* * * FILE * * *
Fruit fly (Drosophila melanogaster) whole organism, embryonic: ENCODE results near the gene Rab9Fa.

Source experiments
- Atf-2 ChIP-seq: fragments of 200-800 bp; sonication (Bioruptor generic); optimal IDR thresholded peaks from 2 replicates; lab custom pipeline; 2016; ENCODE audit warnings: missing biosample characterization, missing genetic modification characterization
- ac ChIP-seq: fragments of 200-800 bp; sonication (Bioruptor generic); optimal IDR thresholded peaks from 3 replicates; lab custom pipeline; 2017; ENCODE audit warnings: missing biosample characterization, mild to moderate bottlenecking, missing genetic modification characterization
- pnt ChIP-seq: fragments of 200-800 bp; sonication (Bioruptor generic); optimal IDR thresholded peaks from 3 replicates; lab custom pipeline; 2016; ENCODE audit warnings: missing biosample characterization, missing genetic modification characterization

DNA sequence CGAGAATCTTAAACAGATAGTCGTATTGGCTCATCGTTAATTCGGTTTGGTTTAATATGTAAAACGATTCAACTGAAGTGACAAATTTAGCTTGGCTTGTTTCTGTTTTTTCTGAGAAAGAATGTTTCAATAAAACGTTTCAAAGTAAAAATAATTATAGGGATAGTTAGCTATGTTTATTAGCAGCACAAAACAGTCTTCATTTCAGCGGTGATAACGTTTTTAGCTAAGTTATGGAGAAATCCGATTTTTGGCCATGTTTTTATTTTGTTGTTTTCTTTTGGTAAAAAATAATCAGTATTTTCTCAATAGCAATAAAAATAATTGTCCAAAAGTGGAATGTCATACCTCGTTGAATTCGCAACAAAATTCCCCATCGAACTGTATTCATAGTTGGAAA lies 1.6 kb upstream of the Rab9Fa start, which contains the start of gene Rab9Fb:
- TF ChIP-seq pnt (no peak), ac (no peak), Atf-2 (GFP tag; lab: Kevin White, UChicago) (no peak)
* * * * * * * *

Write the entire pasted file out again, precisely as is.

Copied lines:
Fruit fly (Drosophila melanogaster) whole organism, embryonic: ENCODE results near the gene Rab9Fa.

Source experiments
- Atf-2 ChIP-seq: fragments of 200-800 bp; sonication (Bioruptor generic); optimal IDR thresholded peaks from 2 replicates; lab custom pipeline; 2016; ENCODE audit warnings: missing biosample characterization, missing genetic modification characterization
- ac ChIP-seq: fragments of 200-800 bp; sonication (Bioruptor generic); optimal IDR thresholded peaks from 3 replicates; lab custom pipeline; 2017; ENCODE audit warnings: missing biosample characterization, mild to moderate bottlenecking, missing genetic modification characterization
- pnt ChIP-seq: fragments of 200-800 bp; sonication (Bioruptor generic); optimal IDR thresholded peaks from 3 replicates; lab custom pipeline; 2016; ENCODE audit warnings: missing biosample characterization, missing genetic modification characterization

DNA sequence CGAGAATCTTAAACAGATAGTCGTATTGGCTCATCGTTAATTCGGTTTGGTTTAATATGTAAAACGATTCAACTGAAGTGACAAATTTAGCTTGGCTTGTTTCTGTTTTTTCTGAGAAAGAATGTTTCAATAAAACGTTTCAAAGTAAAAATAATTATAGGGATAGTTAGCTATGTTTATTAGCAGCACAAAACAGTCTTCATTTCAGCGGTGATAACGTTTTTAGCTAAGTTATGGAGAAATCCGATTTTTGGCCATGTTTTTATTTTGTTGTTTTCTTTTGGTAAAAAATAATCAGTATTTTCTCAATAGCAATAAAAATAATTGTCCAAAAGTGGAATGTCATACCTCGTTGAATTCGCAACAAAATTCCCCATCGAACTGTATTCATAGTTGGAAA lies 1.6 kb upstream of the Rab9Fa start, which contains the start of gene Rab9Fb:
- TF ChIP-seq pnt (no peak), ac (no peak), Atf-2 (GFP tag; lab: Kevin White, UChicago) (no peak)